Thursday, December 18, 2008

Let's Count the Ways a Creationist Can Go Wrong

The latest posting on Uncommon Descent tries to undermine the concept of a natural origin of life [Life From Chiral Crystals . . . Really?]. Maybe one of these days they'll actually put up some evidence to support Intelligent Design Creationism instead of always attacking science.1

Patrick is worried about the chirality problem, which can be pretty well explained by just applying a bit of common sense [Amino Acids and the Racemization "Problem"]. Unfortunately, it's not just the IDiots who are confused about the chirality problem. Many chemists and biologist also seem to have weird ideas about the requirement for 20 L-amino acids when life began.

Patrick quotes Timothy Standish who says,
Much as the Miller-Urey experiment demonstrated that it is possible to produce insignificant yields of a very few biologically important monomers in a laboratory device, Noorduin et al. demonstrated that chemists are capable of producing enantiomerically pure crystals under laboratory conditions. This laboratory technique fails to show a mechanism by which enatiomerically pure solutions of all 20 amino acids used in protein construction may have existed before the advent of life, not to mention the other chiral molecules found in living things. As a consequence, the chirality problem for chemical evolution remains unresolved by this technique.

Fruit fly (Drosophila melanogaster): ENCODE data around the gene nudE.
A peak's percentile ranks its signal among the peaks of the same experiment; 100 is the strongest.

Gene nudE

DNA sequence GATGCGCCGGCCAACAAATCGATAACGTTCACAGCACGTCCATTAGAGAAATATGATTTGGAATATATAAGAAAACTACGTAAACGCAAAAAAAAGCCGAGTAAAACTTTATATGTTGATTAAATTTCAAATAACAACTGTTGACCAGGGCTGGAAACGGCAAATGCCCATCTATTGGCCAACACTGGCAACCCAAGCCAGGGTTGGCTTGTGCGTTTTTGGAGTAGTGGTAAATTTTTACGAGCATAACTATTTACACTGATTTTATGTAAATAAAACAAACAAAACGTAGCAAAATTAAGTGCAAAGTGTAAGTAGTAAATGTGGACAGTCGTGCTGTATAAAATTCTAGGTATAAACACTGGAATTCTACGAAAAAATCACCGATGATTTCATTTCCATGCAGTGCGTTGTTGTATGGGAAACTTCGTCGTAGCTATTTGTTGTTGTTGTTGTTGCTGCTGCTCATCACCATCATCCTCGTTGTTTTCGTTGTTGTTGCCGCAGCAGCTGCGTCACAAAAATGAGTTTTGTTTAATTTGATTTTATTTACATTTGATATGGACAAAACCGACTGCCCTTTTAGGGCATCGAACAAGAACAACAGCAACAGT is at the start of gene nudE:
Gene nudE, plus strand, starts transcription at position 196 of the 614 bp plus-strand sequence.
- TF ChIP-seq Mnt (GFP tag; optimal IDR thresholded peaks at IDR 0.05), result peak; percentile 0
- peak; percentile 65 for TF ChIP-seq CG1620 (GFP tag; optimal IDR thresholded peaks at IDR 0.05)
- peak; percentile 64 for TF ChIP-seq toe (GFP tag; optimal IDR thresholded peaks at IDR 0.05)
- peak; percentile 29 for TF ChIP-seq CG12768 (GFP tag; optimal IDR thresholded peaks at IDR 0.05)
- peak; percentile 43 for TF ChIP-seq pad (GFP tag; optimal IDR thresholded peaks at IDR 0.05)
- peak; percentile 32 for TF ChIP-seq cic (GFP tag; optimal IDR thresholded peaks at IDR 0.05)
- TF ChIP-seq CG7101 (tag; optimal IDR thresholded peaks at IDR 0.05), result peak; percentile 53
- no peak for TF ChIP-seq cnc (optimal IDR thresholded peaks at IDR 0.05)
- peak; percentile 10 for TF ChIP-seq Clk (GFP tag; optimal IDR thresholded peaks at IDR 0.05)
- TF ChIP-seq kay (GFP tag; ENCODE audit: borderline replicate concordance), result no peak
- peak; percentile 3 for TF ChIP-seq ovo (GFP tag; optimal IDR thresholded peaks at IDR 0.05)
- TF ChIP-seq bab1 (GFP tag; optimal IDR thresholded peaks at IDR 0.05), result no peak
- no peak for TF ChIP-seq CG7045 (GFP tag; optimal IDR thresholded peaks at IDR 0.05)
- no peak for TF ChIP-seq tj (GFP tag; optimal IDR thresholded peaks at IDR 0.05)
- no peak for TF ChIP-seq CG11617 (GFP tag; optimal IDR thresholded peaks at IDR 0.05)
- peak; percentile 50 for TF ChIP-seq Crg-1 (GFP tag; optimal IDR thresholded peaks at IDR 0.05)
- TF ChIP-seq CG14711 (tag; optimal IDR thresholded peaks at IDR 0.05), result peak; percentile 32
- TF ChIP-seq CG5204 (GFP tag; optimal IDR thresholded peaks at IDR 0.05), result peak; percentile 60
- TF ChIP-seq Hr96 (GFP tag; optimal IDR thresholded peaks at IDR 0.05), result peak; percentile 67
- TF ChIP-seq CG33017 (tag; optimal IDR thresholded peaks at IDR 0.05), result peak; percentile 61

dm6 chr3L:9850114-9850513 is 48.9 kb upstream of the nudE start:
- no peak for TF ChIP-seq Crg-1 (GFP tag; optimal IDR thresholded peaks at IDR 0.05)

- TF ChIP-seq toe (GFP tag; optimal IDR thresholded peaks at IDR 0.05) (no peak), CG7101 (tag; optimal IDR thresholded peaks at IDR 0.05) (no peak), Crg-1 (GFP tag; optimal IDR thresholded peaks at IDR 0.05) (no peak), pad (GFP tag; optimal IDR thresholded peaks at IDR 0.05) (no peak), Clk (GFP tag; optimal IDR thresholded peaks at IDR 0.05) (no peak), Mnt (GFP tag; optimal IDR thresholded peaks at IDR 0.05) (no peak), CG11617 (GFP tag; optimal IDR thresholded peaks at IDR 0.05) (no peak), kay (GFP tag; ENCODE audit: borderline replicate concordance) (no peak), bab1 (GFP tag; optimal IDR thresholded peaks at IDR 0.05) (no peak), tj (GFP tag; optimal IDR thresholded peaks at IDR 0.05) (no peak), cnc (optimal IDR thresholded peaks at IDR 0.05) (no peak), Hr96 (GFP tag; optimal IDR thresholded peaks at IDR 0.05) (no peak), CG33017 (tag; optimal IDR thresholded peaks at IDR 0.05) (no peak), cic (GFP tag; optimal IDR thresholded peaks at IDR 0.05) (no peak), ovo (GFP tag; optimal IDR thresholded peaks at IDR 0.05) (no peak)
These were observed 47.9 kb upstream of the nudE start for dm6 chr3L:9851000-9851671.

How many things are wrong with this paragraph?

1. Not holding my breath.


  1. Well, the first thing that comes to mind is the assumption that "all 20 amino acids" are necessary. The second is the assumption that "enatiomerically pure solutions" are necessary. And this: "...not to mention the other chiral molecules found in living things." was probably neither one of the goals of the experiment nor an assertion made by the authors.

  2. Glycine is achiral, so it should just be 19.

  3. Patrick also said How did proteins composed of enantiomerically pure amino acids come to be? One Darwinian speculation posits that they were produced from an enantiomerically pure solution of amino acids.

    I don't think I've ever heard a scientist make such a silly suggestion. It sounds like just the sort stupid idea that a creationist would invent for putting in the mouth of an imaginary "Darwinian".

  4. Heck the assumption any amino acids at the start were necessary is absurd let alone any of the twenty commonly used today. Lots would have had to happen to arrive at the hypothesized RNA world let alone to get to modern life with DNA, RNA, & proteins and the like. They just have no sense of evolution at all. Life did not have to be like it is today, when are they going to get that through their skulls? No sense of time scales, no sense of chemistry, no sense of chance, of selection, of change, etc.

  5. "As a consequence, the chirality problem for chemical evolution remains unresolved by this technique"

    Yes, as opposed to the technique "God Willed It So" which is validated by tons of evidence and resolves the problem pretty darn well

  6. Many creationist-types are geeked up about 'pure' reagents being required for abiogenesis. Whenever I ask how they know this, why they think this is so, I get no answer at all.

    It is just another "argument" that scientifically ignorant rubes have latched onto because some 'hero' of their's said something about it at some point.